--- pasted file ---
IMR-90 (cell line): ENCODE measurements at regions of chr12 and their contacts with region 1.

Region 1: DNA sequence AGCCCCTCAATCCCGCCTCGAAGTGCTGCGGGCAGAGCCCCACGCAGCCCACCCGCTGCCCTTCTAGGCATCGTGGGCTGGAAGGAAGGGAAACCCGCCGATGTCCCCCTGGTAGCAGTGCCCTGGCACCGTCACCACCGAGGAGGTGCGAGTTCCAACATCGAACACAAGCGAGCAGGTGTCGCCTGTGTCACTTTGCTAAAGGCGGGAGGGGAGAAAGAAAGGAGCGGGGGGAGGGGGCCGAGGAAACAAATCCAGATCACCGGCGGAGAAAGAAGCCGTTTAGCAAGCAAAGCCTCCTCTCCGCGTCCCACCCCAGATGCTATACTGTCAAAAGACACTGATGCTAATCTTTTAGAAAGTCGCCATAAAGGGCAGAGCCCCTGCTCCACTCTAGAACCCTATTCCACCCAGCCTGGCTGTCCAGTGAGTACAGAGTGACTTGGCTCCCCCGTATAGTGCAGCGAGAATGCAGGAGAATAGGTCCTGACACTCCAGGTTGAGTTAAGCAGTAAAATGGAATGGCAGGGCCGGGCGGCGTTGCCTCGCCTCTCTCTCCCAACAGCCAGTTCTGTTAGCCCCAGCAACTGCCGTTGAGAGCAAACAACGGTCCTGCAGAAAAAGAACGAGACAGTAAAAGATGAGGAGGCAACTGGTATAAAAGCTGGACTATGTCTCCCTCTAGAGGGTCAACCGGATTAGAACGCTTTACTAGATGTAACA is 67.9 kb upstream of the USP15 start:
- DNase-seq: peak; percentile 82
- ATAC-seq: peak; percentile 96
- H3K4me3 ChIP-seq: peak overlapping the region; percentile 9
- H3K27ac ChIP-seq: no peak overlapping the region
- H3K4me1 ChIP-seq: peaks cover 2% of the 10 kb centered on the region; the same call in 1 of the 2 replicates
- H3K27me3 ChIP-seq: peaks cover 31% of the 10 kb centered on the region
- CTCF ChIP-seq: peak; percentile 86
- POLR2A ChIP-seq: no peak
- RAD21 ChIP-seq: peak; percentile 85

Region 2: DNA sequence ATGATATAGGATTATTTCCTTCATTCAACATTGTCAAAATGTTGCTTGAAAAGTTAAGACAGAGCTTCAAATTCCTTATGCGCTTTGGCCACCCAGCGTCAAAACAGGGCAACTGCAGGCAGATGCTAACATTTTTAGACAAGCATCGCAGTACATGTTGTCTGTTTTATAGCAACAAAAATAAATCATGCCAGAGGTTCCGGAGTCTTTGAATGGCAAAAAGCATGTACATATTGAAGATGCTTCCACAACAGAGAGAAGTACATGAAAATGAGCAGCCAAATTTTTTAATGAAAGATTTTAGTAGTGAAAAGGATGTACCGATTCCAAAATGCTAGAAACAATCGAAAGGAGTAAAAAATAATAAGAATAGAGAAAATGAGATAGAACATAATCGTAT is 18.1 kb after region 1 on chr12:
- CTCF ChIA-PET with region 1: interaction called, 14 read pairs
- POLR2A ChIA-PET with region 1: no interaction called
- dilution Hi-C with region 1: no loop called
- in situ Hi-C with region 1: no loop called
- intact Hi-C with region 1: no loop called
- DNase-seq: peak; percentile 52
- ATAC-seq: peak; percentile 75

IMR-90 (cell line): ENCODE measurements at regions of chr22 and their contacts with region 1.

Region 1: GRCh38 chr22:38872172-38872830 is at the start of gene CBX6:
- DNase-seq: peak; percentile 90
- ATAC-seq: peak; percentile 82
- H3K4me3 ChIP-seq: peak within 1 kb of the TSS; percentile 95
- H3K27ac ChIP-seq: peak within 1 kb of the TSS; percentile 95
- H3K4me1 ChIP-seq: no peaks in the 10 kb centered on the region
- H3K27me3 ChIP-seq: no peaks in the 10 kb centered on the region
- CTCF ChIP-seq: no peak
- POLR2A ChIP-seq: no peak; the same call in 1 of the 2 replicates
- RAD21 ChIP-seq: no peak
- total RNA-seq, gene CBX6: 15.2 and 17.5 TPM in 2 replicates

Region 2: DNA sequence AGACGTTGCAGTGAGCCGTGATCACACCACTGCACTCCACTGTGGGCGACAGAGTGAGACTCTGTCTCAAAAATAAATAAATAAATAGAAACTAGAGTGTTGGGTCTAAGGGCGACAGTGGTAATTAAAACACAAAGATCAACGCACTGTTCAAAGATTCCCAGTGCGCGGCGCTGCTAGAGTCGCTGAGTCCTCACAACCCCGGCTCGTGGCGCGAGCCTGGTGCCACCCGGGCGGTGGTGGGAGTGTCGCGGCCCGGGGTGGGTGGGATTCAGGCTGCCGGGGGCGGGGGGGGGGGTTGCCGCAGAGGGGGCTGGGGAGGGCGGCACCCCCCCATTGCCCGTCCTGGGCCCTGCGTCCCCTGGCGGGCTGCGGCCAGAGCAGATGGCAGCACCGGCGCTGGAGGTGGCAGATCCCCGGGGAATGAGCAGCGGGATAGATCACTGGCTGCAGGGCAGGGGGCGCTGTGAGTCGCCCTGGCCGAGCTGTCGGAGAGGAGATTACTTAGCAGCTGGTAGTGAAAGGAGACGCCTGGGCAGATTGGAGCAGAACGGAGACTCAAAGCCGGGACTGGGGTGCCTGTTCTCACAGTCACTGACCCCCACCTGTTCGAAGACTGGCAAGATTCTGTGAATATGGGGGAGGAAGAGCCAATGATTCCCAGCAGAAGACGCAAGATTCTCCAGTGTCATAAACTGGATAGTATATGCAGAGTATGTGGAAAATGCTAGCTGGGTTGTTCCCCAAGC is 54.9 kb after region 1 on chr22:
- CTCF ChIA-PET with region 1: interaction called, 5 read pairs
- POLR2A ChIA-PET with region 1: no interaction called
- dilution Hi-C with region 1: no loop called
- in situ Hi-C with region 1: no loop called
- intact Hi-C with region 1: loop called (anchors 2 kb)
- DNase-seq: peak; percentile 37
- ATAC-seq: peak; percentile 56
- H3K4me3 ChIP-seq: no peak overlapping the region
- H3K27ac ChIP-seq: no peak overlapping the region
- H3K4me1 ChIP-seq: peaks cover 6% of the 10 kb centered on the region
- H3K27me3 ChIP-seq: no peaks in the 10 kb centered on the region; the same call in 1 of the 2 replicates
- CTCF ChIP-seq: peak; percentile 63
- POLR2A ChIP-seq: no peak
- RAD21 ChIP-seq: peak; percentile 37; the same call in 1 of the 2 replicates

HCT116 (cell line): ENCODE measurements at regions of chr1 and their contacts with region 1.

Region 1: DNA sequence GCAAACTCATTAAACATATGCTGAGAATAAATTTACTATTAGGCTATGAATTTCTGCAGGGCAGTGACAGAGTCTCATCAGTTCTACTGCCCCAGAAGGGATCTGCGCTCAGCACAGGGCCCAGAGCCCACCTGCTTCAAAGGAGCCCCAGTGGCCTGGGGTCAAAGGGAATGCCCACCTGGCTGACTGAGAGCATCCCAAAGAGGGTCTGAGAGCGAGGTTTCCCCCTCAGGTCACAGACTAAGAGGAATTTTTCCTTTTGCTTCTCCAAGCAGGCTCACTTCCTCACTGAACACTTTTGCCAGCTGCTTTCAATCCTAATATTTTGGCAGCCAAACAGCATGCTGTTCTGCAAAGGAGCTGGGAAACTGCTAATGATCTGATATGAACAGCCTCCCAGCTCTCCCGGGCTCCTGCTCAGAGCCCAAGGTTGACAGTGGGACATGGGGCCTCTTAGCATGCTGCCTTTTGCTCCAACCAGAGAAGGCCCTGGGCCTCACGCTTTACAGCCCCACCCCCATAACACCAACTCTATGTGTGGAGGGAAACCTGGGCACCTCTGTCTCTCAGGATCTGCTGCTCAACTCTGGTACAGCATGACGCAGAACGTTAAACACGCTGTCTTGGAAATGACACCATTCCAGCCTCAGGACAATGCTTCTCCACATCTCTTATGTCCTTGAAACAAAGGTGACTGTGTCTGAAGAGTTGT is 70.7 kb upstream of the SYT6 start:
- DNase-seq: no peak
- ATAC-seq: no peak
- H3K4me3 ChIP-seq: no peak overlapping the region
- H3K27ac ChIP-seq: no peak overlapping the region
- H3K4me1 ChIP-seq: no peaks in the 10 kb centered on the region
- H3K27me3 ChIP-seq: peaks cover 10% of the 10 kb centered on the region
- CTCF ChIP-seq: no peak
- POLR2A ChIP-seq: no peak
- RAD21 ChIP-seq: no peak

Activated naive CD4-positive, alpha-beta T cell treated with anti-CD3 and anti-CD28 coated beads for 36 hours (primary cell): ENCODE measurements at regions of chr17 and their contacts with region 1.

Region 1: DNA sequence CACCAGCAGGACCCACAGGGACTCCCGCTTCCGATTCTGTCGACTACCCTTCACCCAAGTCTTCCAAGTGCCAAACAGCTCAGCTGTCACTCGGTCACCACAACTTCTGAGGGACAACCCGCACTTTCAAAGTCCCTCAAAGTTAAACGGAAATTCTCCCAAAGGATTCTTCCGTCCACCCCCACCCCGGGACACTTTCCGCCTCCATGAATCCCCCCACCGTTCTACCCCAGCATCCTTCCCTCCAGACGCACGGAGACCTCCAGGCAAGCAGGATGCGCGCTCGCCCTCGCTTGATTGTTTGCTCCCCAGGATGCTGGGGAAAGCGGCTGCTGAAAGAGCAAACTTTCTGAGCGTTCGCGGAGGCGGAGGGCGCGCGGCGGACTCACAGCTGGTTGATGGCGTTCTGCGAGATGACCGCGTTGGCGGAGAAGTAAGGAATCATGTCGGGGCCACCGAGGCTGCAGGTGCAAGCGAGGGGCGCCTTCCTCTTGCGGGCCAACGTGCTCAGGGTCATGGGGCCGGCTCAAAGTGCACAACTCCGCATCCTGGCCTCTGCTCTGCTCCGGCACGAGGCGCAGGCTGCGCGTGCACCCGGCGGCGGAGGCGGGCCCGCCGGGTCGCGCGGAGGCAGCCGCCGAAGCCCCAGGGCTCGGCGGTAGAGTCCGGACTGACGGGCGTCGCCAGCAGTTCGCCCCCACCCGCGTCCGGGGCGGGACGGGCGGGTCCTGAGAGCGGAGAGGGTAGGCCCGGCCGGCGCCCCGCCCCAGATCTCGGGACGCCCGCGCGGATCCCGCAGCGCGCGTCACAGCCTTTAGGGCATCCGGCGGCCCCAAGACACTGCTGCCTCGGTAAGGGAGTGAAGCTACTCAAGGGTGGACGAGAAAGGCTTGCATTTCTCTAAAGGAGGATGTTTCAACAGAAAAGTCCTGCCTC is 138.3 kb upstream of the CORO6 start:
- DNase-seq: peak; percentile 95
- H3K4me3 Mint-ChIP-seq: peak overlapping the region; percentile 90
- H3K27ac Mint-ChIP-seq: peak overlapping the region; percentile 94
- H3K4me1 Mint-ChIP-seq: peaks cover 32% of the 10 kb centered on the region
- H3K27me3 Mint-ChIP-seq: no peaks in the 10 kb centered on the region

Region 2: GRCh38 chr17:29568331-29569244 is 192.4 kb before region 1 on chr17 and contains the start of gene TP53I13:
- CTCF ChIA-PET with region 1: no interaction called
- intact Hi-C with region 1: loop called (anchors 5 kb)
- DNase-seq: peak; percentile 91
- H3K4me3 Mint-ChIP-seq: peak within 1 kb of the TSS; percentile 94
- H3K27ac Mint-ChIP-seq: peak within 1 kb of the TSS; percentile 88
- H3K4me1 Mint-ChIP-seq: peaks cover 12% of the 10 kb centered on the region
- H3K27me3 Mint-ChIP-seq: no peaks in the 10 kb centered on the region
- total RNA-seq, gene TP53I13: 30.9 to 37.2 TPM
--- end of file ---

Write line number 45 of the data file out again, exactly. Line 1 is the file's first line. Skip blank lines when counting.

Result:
- POLR2A ChIP-seq: no peak